She applied the “Page 99 Test” to What I Thought I Knew and reported the following:
What do you know! Page 99 is absolutely representative of my memoir about my unexpected and terrifying pregnancy. It falls right in the middle of the book, just before a major turning point. The page encompasses the book’s central themes and its two parallel stories.Read an excerpt from What I Thought I Knew, and learn more about the book and author at Alice Eve Cohen's website and Facebook page.
It starts out with a scene from my Solo Theater Class:
“After the rehearsal is over, I ask my students ‘Why do people make theatre? Why do you want to perform, and for whom?’Parallel to the story of my pregnancy is the story of my solo theatre class; in particular, a student named Dani, a choreographer my age who is dying of cancer. As I try to make sense of my terrifying predicament, I gain courage and insight from my students. In this passage, I ask them why we make art, why we tell stories—a question that preoccupied me while I was writing the book. In this class, the dress rehearsal before the student performance, I was very pregnant. I’d been on bed rest for three months, only permitted to get out of bed to teach my class once a week. (Coincidentally, I still teach this solo theater course. Last night was the student performance, and just a week ago, I told my class about Miriam’s unusual reason for creating her solo theater piece.)
Dani: ‘My performance is a gift for the class.’
Miriam: ‘I’m going to invite my extended family over for dinner and make them watch my solo show about my two grandmothers arguing over tea in heaven. After I perform, I won’t let them out till everybody puts this dumb feud to rest.’
Kayla: ‘I want to perform my piece for inner city black teens and for rich suburban white teens at the same time—Yeah, right. In my dreams.’
Jeremiah: ‘I’ll perform this everywhere, for everyone who will listen to me.’”
“At Dr. Rosenbloom’s insistence, I switch to a new doctor she recommended, at New York Hospital’s obstetrics clinic. ‘If the baby has medical problems, your insurance won’t cover it unless your doctor is in-network. You could incur costs you would never be able to pay off in your entire life.’”Medical and health insurance travails are core subjects in the book. Medical malpractice was the cause of my nearly disastrous pregnancy—which several doctors failed to discover, until I was raced to an emergency CAT scan for an abdominal tumor, only to find out that I was six months pregnant. I was trapped in an inadequate insurance plan, tripped up again and again by our dysfunctional health care system. While desperately trying to undo the damage that had already been done to the developing fetus, I went deeper and deeper into debt.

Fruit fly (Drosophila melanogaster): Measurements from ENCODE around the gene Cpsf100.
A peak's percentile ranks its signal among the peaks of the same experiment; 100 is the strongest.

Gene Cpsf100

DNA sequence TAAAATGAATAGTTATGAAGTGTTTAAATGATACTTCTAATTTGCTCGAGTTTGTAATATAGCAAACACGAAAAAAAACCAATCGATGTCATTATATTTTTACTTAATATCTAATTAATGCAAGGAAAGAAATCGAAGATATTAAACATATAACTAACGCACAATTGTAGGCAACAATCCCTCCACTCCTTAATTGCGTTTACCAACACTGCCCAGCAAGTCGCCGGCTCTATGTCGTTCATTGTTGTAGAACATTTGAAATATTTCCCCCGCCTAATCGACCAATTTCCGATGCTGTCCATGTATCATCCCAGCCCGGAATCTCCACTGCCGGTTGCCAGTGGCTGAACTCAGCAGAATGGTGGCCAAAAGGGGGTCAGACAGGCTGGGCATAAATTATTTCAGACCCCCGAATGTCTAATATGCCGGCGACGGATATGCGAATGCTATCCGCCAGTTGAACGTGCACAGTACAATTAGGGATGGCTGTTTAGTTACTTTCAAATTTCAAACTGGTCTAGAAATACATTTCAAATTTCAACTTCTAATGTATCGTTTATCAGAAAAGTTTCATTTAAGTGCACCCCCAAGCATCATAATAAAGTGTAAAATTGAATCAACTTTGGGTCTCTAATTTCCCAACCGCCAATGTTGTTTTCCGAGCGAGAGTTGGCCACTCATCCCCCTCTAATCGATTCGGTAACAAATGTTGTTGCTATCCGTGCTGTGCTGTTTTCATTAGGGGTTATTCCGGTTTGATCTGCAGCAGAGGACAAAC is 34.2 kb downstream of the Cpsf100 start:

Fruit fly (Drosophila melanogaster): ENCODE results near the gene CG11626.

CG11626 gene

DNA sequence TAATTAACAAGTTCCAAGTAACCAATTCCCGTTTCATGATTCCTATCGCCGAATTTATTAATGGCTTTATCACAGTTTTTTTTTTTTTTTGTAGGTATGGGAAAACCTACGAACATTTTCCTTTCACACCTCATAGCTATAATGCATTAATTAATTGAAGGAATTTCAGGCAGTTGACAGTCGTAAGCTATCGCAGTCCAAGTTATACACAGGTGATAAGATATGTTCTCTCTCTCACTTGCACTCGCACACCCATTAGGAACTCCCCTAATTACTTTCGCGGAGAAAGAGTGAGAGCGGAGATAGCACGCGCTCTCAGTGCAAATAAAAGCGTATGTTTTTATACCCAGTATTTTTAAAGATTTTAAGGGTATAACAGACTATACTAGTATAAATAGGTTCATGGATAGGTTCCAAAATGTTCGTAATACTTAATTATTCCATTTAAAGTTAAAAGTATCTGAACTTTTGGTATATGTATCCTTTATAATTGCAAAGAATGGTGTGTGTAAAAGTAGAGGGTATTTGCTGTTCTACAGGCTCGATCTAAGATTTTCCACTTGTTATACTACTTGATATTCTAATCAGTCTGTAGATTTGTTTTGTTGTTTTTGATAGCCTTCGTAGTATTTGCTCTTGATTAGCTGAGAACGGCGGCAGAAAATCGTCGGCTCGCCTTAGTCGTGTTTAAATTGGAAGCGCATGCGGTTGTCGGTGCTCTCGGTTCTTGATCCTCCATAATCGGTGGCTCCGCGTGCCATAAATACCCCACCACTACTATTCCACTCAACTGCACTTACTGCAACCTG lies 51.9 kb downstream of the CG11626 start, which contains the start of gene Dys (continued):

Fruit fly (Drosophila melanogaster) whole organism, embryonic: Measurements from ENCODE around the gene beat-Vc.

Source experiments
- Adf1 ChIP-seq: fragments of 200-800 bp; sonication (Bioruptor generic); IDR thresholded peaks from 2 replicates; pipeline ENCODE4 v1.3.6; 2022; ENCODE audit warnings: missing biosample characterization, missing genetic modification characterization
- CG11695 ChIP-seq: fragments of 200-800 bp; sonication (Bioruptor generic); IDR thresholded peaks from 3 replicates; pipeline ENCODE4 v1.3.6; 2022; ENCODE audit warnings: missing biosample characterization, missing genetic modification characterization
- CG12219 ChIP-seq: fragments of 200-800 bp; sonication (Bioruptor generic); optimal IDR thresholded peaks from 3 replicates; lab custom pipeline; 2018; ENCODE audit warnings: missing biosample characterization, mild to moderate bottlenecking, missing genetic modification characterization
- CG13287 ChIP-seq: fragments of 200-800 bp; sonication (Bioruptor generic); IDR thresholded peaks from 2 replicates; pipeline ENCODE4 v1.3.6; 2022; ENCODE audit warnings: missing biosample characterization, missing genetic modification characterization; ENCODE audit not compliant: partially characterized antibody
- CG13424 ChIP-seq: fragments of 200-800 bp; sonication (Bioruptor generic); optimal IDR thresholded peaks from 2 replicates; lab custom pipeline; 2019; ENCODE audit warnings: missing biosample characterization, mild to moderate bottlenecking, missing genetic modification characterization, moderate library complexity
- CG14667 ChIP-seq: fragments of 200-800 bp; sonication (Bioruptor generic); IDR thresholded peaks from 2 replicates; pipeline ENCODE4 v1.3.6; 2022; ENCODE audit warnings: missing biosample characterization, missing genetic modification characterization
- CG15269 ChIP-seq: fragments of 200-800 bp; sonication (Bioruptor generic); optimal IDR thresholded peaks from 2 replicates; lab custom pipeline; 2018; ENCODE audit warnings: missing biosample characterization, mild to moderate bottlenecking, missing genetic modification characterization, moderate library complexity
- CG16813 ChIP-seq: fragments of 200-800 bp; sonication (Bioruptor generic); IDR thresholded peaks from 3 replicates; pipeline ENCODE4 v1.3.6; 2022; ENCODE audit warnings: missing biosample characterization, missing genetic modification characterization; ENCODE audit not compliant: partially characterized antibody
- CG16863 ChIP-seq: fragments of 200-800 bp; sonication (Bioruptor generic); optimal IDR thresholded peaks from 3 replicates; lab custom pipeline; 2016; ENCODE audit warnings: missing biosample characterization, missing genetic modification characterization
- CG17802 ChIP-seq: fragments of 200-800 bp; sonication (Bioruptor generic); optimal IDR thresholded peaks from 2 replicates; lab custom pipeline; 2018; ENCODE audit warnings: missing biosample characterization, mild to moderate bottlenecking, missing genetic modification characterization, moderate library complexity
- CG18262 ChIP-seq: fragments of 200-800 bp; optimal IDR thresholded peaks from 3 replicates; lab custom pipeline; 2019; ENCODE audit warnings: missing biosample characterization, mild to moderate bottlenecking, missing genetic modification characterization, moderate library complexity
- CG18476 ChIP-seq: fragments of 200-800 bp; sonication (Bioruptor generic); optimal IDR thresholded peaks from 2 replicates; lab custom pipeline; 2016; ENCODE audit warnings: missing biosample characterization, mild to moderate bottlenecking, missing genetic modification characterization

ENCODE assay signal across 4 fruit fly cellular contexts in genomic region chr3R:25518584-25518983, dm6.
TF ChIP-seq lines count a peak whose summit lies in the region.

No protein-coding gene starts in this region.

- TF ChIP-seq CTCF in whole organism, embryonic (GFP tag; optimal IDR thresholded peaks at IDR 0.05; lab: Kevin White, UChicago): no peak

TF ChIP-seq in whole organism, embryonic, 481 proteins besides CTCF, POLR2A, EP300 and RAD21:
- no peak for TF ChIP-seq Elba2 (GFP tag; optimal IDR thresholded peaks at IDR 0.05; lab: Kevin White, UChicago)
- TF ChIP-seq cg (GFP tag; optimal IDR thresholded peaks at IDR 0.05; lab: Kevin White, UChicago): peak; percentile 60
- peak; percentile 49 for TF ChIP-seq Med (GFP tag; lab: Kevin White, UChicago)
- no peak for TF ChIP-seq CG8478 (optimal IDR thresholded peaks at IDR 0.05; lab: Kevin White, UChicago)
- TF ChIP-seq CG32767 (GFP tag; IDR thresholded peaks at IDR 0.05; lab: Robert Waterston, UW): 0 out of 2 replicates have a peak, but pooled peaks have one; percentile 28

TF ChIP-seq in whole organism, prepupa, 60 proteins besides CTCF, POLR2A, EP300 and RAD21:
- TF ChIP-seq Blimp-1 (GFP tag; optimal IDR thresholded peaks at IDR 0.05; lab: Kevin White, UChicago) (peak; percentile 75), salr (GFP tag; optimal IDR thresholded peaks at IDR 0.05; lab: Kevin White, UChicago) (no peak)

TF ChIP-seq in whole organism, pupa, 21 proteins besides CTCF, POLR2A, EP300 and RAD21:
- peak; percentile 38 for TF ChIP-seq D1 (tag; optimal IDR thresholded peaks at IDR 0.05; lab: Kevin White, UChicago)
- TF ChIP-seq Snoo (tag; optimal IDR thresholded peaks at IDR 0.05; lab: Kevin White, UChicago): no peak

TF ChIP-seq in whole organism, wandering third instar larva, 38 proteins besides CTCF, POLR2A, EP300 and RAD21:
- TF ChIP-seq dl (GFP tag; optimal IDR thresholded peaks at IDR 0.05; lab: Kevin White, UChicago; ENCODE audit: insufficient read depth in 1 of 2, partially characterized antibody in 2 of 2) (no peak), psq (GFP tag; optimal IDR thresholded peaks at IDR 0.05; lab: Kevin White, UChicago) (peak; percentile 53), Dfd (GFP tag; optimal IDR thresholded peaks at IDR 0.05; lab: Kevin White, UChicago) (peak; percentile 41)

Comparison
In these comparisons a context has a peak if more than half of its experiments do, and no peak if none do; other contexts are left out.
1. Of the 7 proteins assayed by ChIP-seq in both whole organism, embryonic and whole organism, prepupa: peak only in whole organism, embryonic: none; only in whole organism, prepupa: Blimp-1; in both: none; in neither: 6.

“I like my new, in-network doctor, Barbara. I don’t have to tell her the whole story. She treats me like a regular pregnant woman, with no extra drama. She’s warm, confident. She speaks about my baby with great affection. I feel safe with her.Among the many doctors in my book, there are good guys and bad guys. Barbara is one of the good guys. Page 99 is, to quote Barbara, “the final stretch.” On page 101, I go into labor. The next section begins with a new baby…and unfathomable new complications.
‘It’s getting close to your due date, and you haven’t begun to dilate. We should be seeing some action down there. I want you to get out of bed and walk. Have sex if you want. Get things moving. This is it, the final stretch.’
I cup my left hand underneath my huge belly to support it, so it will hurt less. Walking a block feels like running a marathon.”